Second quarter was a much different quarter than last quarter, specifically the last half. Mechanics ended, giving way to the electricity and magnetism units, and in turn giving me a solid kick in the rear. All other classes are managing to heat up as well, in fact, they have been for a while. I tried doing something different by writing my blogs in a word document, separately from just posting them, to see if I want to add anything. This only resulted I'm me scrapping a few ideas which were mostly written because I had not liked them enough. It also didn't help with staying ahead because no blogs went out. There is a lesson and a half learned. I would say the major success of this quarter was doing a lab in less than 20 minutes because it was so well planned out, and honestly that is a big help for the future. Other than those things, and an 80 question WebAssign, I would say it was a pretty fun and challenging quarter, just as I’ve come to expect. Now that this quarter is coming to an end, it is  time to buckle up and brace for the exams ahead. Good luck everyone!

## The Oh My God Particle

On October 15th 1991, an event which challenged our scientific understanding of our universe occurred.

The particle that was registered is now referred to as the “Oh My God Particle” after the statement blurted out upon detecting it. Under the night sky of Utah’s Cosmic Ray Detector, a particle was recorded going 99.99999999999999999999951% the speed of light. To put that in perspective, that is faster than even the highest recorded speed of a proton recorded in the Large Hadron Collider, which was 99.999999% the speed of light. It takes increasingly more energy to speed up a particle as it approaches the speed of light, making this difference quite significant. This means if we raced the OMG particle against a particle with plank energy ( 0.00000000000000000000049% speed of light), it would take 2.59×1010 the age of the universe for the particle with plank energy to gain 1 cm on the OMG particle.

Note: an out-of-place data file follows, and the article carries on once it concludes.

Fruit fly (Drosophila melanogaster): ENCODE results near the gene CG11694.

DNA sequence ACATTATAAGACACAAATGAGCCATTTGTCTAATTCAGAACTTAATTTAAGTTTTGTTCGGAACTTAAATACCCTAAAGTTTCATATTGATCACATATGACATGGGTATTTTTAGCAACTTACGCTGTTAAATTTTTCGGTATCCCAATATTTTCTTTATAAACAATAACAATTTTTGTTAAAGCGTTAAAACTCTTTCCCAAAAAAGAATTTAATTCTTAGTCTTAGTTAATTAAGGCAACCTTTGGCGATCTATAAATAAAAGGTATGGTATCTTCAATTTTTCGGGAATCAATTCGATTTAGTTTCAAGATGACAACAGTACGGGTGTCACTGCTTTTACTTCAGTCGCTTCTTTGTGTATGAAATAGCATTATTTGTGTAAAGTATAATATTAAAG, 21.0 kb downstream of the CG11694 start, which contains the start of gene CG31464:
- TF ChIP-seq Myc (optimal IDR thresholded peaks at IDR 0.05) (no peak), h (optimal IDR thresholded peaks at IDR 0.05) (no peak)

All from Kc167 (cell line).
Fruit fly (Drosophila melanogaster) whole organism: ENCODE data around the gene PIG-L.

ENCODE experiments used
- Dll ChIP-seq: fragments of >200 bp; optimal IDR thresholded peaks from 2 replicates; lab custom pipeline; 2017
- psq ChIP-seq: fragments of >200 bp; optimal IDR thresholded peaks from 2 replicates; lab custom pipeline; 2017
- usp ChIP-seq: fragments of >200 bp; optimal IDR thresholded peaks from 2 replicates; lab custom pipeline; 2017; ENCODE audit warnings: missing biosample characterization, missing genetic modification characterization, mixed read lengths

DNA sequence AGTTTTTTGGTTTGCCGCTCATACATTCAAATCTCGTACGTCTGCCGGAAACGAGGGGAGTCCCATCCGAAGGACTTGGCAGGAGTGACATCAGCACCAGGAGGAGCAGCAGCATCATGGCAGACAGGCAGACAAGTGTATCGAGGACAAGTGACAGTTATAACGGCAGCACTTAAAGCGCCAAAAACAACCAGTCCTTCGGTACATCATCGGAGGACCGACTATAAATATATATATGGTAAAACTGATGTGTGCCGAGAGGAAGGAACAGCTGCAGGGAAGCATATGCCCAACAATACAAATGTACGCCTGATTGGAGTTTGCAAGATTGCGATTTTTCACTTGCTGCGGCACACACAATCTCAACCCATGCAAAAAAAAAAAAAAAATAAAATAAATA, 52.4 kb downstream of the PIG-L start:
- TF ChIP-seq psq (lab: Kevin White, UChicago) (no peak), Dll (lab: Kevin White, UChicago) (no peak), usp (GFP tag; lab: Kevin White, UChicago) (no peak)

So how do particles naturally accelerate to these speeds in space? Well that's the question many scientists today are asking. Physicist in Argentina, in the Pierre Auger Observatory, believed they were on the right track when they saw that these types of particles emitted from the hearts of certain galaxies, but over time the data showed this assertion did not hold water.

As of 2014, in the same state where the first  particle was recorded, scientists working the Telescope Array, made up of 500 particle detectors found that  these particles seemed to emanate from one portion of our night sky. This indicated a source much closer than previously thought. As of recently, no further findings have been published. Yet another space mystery we may have a chance of solving in my lifetime, but in the meantime we will just have to look up at the skies and wonder.